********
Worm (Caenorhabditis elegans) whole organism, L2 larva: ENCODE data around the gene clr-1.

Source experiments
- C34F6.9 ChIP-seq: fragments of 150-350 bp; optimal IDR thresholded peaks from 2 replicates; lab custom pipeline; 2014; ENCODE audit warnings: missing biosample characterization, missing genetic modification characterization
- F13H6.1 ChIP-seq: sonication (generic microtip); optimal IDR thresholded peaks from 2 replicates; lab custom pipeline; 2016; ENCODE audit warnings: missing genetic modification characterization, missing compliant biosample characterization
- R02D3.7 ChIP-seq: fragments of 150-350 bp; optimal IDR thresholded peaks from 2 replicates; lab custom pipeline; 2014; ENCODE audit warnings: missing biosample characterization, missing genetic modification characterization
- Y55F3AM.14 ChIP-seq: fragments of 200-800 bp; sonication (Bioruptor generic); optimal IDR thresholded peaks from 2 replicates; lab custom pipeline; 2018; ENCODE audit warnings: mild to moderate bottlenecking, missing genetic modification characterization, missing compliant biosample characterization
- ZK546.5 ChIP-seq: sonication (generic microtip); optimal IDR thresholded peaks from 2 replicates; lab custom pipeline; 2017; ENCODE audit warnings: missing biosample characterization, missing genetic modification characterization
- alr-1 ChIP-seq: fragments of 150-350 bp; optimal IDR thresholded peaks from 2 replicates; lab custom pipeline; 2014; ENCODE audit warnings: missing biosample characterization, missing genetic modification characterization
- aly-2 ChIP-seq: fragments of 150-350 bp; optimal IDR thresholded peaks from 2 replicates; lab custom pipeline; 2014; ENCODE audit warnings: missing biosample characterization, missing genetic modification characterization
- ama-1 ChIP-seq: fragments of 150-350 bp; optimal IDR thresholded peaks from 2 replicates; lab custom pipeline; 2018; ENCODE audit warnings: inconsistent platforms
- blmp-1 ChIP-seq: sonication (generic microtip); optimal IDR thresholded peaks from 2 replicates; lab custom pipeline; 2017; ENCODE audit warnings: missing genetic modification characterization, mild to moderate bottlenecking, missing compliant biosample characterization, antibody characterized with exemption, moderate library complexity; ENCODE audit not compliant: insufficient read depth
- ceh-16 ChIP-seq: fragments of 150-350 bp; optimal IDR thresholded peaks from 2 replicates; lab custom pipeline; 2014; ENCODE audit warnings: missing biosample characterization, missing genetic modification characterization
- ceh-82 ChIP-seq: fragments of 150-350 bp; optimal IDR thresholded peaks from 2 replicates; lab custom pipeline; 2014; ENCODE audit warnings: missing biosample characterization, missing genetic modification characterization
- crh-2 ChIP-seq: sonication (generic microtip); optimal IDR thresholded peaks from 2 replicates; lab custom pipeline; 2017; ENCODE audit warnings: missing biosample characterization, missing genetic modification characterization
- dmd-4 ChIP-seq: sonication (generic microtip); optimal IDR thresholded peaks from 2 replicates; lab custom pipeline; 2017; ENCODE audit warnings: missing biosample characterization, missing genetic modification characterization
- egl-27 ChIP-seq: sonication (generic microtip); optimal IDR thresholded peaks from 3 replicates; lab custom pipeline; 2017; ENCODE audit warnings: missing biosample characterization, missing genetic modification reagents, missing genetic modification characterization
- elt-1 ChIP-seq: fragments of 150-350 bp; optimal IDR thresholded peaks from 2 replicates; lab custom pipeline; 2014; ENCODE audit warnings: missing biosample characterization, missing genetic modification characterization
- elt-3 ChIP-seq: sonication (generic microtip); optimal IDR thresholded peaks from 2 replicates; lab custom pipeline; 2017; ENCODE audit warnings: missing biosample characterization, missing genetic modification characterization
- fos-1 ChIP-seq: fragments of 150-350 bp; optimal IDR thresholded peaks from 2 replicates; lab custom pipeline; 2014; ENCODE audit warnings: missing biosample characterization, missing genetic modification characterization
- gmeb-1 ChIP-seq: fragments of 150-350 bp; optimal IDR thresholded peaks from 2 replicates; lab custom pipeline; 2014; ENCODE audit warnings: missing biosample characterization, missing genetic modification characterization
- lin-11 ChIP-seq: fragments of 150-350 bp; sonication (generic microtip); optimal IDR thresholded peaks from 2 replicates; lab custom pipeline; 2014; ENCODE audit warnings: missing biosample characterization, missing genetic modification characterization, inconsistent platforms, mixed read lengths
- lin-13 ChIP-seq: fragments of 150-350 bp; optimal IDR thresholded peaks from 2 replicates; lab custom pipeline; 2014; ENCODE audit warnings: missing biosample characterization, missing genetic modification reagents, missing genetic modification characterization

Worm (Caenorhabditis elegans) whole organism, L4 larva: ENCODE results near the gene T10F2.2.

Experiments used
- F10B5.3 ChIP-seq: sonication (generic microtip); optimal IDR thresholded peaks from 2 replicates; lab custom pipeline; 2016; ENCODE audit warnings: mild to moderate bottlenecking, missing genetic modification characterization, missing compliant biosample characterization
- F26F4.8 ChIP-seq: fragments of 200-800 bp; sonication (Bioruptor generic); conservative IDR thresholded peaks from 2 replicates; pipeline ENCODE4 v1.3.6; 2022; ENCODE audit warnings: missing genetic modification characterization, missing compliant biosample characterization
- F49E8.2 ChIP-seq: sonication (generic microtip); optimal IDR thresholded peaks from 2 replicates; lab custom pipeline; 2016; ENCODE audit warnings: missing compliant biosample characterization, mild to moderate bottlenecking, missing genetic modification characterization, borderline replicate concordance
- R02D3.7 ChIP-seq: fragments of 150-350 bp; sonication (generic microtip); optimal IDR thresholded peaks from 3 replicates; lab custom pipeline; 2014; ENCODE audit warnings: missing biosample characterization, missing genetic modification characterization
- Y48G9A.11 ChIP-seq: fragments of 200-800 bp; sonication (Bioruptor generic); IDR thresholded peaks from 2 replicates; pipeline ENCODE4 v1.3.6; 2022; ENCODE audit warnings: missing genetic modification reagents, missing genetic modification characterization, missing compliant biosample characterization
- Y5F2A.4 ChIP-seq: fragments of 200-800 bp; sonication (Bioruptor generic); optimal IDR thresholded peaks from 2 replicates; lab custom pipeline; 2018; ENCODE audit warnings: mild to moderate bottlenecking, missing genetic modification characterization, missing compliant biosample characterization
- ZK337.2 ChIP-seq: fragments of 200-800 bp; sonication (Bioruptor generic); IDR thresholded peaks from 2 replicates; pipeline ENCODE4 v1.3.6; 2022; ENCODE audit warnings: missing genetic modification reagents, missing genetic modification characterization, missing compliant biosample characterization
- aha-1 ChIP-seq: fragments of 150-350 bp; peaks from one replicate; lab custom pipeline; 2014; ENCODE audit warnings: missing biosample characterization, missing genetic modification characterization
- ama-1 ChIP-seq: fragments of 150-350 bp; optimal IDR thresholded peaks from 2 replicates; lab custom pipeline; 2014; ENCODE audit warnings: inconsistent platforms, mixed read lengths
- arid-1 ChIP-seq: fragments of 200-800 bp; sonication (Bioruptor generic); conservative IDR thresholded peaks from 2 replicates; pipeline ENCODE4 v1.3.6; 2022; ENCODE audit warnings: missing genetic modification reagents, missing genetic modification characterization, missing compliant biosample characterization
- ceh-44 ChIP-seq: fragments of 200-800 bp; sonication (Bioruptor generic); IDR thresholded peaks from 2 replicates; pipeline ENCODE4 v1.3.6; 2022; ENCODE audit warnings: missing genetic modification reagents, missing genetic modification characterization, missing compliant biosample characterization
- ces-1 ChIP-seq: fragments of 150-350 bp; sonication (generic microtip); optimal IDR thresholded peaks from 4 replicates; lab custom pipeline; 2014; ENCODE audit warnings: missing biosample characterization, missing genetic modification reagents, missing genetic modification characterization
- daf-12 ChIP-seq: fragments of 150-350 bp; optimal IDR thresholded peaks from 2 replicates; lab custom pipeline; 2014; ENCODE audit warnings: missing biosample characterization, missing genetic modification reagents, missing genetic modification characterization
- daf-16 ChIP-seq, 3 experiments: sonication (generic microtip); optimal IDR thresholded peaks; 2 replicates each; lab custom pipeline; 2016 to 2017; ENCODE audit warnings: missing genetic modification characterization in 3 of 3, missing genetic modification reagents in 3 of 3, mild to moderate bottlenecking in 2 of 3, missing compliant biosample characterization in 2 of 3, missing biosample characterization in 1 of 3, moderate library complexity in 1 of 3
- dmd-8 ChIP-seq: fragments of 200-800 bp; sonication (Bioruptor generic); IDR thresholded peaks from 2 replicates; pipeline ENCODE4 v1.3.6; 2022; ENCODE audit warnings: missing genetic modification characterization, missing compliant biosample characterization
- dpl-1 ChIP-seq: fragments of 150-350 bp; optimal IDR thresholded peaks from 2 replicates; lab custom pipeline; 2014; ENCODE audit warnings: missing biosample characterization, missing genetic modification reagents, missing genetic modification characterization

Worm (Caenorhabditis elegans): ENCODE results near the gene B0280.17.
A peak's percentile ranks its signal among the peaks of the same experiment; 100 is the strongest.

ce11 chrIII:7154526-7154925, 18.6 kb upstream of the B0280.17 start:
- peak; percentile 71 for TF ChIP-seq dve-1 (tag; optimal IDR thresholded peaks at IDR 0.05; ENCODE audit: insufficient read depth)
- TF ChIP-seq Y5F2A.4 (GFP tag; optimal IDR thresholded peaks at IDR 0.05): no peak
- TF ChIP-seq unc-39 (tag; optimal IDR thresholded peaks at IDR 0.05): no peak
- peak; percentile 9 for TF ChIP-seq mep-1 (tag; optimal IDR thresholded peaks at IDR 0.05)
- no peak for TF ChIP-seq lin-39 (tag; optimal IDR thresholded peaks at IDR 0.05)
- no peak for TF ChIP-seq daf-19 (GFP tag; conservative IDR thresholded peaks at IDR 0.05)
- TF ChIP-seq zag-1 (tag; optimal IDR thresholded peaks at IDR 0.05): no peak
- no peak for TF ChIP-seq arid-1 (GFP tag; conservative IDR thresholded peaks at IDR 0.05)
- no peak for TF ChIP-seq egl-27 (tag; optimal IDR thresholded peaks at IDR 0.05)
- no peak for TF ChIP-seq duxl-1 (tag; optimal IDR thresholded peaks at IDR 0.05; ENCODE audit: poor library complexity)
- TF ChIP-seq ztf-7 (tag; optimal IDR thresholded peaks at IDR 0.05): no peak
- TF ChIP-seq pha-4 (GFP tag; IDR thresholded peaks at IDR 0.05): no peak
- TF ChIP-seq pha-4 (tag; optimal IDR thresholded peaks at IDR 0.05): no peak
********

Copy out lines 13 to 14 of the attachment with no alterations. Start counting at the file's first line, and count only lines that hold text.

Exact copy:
- ceh-82 ChIP-seq: fragments of 150-350 bp; optimal IDR thresholded peaks from 2 replicates; lab custom pipeline; 2014; ENCODE audit warnings: missing biosample characterization, missing genetic modification characterization
- crh-2 ChIP-seq: sonication (generic microtip); optimal IDR thresholded peaks from 2 replicates; lab custom pipeline; 2017; ENCODE audit warnings: missing biosample characterization, missing genetic modification characterization